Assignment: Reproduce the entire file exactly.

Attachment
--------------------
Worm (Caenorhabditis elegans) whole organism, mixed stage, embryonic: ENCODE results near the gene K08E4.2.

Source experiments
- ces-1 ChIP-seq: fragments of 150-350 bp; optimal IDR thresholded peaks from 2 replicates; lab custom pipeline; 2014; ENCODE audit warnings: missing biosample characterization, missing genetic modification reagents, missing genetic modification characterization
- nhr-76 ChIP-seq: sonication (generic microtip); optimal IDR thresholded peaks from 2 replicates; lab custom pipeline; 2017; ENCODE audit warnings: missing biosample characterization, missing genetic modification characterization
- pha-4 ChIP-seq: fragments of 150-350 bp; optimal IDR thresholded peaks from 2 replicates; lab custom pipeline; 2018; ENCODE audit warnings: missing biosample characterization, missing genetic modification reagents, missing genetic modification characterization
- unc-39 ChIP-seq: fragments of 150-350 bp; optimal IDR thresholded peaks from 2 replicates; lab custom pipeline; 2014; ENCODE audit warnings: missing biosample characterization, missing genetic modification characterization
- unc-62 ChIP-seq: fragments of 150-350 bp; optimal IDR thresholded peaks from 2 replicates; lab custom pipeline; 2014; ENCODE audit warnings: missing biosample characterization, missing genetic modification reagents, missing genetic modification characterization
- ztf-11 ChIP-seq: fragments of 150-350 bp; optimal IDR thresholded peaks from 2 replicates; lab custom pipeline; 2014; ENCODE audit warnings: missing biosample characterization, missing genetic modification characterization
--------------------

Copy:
Worm (Caenorhabditis elegans) whole organism, mixed stage, embryonic: ENCODE results near the gene K08E4.2.

Source experiments
- ces-1 ChIP-seq: fragments of 150-350 bp; optimal IDR thresholded peaks from 2 replicates; lab custom pipeline; 2014; ENCODE audit warnings: missing biosample characterization, missing genetic modification reagents, missing genetic modification characterization
- nhr-76 ChIP-seq: sonication (generic microtip); optimal IDR thresholded peaks from 2 replicates; lab custom pipeline; 2017; ENCODE audit warnings: missing biosample characterization, missing genetic modification characterization
- pha-4 ChIP-seq: fragments of 150-350 bp; optimal IDR thresholded peaks from 2 replicates; lab custom pipeline; 2018; ENCODE audit warnings: missing biosample characterization, missing genetic modification reagents, missing genetic modification characterization
- unc-39 ChIP-seq: fragments of 150-350 bp; optimal IDR thresholded peaks from 2 replicates; lab custom pipeline; 2014; ENCODE audit warnings: missing biosample characterization, missing genetic modification characterization
- unc-62 ChIP-seq: fragments of 150-350 bp; optimal IDR thresholded peaks from 2 replicates; lab custom pipeline; 2014; ENCODE audit warnings: missing biosample characterization, missing genetic modification reagents, missing genetic modification characterization
- ztf-11 ChIP-seq: fragments of 150-350 bp; optimal IDR thresholded peaks from 2 replicates; lab custom pipeline; 2014; ENCODE audit warnings: missing biosample characterization, missing genetic modification characterization